Oh who are you trying to fool, Ewan McGregor? Your hair is totally the hero of this story!
So I went into this movie just looking for some nice dumb fun, and it certainly delivers on that. I honestly didn't expect much, but the movie is actually quite good, despite a few questionable decisions made here and there. Yeah, it's one of those where you probably don't want to think too much about it, but it's also easy enough to ignore its missteps and just enjoy the ride while it lasts.
The story sees a farm boy named Jack, played by Nicholas Hoult, as he accompanies the king's men in their quest to rescue the adventuring princess after she's propelled up a massive beanstalk and taken captive in the mythical floating island of giants. And once they get there, the princess' betrothed begins his plot to use the giants to reignite an old war against the human race. Yeah, the movie is filled with cliches, and yet, all along the way, there's a whole lot of fun to be had here anyways, and the movie grows increasingly exciting as the stakes continue to rise.
But despite those continually rising stakes, the movie does a good job of maintaining a light-hearted mood throughout. The movie never seeks to be this grand, super serious epic, which it very easily could have become. There's a lot of genuine laughs to be had, even in the heat of action. And the actors all seemed to just be having a lot of fun with their roles, especially Ewan McGregor, who just steals this whole movie, right alongside his fabulously ever-evolving hair.
Seriously, pretty much every new scene he shows up in, his hair has radically changed in a glorious new fashion. Now, I'd like to hope that these constant changes in style were intentional, though I honestly have my doubts about that. His hair just has a mind of its own, and they just rolled with it, I'm sure. And it was awesome.
The action scenes are really fun and engaging (though apparently not engaging enough for Jack, who oftentimes finds himself wandering around elsewhere whenever any of the big action is going down). Hell, there's essentially an actual tug-of-war between the humans and the giants near the end that lasts for well over ten or fifteen minutes, yet they manage to keep it from ever growing boring throughout. But there's also a few scenes that have me wondering how the movie got away with a PG-13 rating. Similar to the countless number of beheadings in The Hobbit, there are some brutal, yet casual death scenes in this movie. Giants will just be biting people's heads off like it was an everyday occurrence. Now, there's nothing really graphic about it here, though it is interesting how movies are getting away with this sort of violence without getting slapped with an R rating these days (though I'd honestly be really interested in seeing a legitimately R rated version of this movie!). I suppose that's just the way times have changed these days.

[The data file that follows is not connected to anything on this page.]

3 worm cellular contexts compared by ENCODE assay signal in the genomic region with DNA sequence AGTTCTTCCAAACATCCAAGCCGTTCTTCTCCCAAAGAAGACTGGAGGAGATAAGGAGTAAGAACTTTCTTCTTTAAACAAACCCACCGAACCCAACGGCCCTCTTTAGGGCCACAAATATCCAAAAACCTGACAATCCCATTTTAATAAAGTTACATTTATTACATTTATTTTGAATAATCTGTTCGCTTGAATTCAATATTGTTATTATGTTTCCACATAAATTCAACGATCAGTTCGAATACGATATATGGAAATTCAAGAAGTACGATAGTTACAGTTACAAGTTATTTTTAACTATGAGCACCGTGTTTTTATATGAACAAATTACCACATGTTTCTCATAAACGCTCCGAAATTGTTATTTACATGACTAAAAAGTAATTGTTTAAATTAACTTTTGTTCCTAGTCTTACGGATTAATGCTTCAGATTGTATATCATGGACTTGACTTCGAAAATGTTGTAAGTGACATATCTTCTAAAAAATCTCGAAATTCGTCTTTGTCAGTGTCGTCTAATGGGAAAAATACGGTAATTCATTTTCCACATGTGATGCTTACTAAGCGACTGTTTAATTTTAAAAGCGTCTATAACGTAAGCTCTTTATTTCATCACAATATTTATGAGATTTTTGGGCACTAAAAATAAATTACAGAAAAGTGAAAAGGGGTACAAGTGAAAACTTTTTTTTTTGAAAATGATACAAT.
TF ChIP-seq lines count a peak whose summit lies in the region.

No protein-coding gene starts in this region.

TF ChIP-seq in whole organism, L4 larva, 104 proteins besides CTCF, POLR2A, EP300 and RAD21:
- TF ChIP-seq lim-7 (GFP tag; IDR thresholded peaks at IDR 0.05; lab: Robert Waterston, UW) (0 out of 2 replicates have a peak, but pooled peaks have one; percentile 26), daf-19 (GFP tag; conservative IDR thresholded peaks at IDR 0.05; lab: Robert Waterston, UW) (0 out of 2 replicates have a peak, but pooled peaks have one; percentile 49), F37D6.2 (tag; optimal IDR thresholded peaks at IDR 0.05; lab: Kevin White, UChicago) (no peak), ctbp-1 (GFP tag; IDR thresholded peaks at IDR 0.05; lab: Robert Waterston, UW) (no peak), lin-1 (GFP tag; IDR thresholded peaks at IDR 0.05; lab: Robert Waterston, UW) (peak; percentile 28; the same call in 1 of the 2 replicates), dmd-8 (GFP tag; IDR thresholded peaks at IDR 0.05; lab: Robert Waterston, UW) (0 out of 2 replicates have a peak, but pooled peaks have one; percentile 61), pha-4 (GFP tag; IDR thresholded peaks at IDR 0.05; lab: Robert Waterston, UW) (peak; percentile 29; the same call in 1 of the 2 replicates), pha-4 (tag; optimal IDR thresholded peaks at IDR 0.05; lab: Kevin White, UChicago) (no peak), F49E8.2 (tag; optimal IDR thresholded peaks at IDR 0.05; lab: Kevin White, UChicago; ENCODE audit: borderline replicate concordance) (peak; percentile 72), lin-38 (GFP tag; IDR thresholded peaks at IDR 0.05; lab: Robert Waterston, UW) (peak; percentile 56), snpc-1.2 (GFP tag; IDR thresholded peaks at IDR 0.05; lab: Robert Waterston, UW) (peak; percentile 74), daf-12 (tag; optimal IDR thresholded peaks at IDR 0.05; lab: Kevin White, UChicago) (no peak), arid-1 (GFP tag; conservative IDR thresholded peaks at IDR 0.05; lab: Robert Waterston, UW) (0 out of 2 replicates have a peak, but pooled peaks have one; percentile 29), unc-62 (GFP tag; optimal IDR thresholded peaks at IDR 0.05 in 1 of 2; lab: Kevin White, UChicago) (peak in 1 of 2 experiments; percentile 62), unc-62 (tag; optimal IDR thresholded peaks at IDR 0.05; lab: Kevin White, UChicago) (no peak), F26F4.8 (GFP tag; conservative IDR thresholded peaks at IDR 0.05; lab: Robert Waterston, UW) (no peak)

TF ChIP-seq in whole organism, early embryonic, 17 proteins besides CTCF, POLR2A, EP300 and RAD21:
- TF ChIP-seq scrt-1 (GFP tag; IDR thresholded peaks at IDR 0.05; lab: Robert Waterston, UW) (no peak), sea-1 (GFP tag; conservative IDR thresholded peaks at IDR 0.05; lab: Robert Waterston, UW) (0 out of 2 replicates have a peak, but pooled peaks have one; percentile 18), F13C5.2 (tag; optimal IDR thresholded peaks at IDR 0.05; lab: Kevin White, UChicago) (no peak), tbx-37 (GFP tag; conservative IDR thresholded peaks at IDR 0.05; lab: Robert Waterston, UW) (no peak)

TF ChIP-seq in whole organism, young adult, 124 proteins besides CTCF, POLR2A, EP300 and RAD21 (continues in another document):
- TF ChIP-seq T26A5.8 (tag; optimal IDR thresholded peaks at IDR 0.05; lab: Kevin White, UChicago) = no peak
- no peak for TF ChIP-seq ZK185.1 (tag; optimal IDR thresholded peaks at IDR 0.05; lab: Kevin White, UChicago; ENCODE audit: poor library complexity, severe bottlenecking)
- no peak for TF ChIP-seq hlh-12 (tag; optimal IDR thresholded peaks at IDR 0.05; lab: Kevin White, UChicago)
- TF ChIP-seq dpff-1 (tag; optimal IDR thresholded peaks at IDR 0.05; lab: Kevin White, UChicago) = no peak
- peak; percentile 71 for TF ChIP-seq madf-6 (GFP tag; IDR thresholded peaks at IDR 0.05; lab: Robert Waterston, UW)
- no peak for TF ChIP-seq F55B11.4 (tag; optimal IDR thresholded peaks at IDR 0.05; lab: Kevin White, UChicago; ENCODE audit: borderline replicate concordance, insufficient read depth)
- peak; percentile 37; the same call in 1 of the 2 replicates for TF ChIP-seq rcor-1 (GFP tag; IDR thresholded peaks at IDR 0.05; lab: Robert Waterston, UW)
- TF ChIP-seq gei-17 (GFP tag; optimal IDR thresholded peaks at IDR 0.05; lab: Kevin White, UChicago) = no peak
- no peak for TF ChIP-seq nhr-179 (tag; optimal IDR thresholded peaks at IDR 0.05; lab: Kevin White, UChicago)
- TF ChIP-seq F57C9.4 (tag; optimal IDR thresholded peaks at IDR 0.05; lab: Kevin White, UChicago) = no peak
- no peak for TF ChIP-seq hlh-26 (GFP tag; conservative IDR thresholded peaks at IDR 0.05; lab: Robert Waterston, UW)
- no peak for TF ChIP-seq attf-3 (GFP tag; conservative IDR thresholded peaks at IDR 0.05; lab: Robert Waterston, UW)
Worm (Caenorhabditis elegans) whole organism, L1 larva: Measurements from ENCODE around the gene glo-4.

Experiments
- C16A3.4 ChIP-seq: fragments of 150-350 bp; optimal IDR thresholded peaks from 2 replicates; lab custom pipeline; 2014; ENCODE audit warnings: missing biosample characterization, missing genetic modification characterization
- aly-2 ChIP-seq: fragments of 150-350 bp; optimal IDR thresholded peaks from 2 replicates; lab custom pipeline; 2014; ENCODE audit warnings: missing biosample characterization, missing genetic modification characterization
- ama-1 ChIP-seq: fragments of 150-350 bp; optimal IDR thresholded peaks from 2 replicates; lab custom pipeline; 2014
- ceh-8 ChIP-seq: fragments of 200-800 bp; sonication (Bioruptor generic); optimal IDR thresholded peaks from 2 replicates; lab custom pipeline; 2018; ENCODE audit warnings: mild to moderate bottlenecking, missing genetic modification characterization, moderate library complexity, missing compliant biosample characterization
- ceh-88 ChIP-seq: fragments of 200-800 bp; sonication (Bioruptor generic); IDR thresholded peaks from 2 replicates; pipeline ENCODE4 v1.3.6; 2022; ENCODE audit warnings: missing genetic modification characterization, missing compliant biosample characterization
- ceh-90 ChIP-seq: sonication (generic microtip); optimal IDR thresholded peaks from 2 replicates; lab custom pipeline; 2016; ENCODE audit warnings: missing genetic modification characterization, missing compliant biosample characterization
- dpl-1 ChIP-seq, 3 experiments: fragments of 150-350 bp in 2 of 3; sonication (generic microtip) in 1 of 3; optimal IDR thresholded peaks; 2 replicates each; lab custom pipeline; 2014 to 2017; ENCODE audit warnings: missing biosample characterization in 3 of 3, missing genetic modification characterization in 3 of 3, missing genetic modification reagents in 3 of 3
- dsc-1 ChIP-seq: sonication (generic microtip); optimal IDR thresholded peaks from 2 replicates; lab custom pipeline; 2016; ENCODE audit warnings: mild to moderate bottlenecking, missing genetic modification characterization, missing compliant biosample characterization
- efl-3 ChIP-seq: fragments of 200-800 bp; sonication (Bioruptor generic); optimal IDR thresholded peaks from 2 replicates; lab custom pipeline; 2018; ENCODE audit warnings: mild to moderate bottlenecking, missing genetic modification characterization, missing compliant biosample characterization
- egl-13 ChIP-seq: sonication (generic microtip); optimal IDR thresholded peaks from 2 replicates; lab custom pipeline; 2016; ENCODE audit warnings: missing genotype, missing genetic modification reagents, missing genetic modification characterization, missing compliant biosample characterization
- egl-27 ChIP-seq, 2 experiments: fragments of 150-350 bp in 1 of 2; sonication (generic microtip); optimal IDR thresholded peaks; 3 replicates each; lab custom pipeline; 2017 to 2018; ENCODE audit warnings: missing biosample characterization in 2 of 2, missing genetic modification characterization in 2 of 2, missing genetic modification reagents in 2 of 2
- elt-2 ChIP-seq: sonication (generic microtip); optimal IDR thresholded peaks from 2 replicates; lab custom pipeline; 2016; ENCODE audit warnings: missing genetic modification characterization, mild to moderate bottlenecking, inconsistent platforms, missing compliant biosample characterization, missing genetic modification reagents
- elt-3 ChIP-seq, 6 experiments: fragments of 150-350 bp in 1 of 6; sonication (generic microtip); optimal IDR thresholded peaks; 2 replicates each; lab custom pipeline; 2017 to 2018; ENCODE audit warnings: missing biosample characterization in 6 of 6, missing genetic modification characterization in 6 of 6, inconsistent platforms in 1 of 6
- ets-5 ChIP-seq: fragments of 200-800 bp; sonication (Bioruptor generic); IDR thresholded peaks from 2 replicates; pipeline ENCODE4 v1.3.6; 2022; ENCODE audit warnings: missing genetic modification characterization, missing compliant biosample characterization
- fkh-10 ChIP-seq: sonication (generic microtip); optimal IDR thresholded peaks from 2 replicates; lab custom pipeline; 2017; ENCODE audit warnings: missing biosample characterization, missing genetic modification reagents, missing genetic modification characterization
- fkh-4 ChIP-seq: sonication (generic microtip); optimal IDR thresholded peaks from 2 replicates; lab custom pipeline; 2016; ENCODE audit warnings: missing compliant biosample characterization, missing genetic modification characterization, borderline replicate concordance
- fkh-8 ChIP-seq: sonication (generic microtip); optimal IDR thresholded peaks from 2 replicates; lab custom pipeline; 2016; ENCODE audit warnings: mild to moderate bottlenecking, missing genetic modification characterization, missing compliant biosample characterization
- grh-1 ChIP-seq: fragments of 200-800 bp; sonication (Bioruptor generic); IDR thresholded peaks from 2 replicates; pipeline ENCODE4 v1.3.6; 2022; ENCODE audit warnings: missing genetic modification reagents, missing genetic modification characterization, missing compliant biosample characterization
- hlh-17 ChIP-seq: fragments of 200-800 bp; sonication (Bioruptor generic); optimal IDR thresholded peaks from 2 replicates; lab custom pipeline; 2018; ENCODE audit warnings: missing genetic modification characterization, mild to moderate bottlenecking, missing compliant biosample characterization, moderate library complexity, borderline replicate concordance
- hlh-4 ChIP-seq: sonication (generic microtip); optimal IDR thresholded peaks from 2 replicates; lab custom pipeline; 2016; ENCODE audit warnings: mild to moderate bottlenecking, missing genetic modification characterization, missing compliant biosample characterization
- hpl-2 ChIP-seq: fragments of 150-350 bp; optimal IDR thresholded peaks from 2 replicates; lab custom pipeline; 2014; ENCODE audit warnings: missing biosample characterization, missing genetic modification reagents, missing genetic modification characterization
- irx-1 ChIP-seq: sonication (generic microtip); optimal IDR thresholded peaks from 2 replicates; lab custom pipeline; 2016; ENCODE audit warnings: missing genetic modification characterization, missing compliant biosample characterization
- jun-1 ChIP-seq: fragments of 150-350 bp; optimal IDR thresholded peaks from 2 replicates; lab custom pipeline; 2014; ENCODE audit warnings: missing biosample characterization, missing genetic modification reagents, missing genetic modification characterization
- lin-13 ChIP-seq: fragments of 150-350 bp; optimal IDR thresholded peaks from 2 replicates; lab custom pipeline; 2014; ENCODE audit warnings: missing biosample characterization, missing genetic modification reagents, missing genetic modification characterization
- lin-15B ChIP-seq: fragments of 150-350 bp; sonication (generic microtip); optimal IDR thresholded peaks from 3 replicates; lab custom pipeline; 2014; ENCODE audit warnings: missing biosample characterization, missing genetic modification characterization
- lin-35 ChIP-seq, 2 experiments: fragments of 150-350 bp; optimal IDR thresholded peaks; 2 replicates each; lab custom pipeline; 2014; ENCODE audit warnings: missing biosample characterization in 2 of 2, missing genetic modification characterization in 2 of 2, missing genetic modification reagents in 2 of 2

The CGI effects also look really good for the most part. I'm not sure I'd go so far as to say that the giants look real, but the movie was consistent enough with its visuals that there was never any kind of distraction between what's real and what's not. There are some really gorgeous shots in this movie, though, especially as they're climbing the beanstalk, and once they're traversing through the floating island. Not to mention anytime that Ewan McGregor's hair is featured (we really can't discuss his hair enough). So for the most part, this is a really pretty movie.
As I mentioned earlier, the movie does make a few questionable choices, though. For instance, the style they decided to go for with the prologue was just very odd. It's literally like watching a cut-scene from an old Playstation One video game. In a lot of movies these days, they go for a more traditional drawn animation style to play out their prologues, but the decision to go with such obviously dated CGI for the prologue just felt like a very odd choice to make. And then the ending feels similarly misplaced, jumping ahead to modern times and randomly ending the movie on the image of the modern world. It just didn't feel like it fit at all (though it did leave me wondering if they happen to get wifi on that giant island in the sky).
The editing in the beginning of the movie is also very off-putting. Before Jack and the princess actually meet, we get to see how much their lives parallel one another. And to show this, the movie cuts back and forth between the two essentially finishing each others sentences in entirely different scenes. Jack's uncle might say something, but then elsewhere, the princess' father will respond to something that sort of fits, so we'll jump to that and continue their conversation. It was cute when they did this during the prologue, but then they just keep doing this for about the first half hour of the movie, which quickly grew tiring. So I was very happy when Jack and the princess finally met one another and this obnoxious editing could finally come to an end.
But like I said, it's one of those movies where you probably don't wanna put too much thought into it. And despite these flaws, I really enjoyed this movie, and I especially enjoyed snarking at it all throughout, pointing out how the king doesn't quite think things through all the way, or how the cat was the only one smart enough to just say, "Ha! Fuck that," and dip. So it's not a perfect movie by any means, and it's book-ended by some questionable scenes, but everything in-between was honestly a lot better than I was expecting. And the theater I saw it with seemed to really enjoy it as well. It's a really charming movie (what is it with Nicholas Hoult starring in such charming movies lately?), so I'd say it's worth checking out. And Ewan McGregor's hair, tho!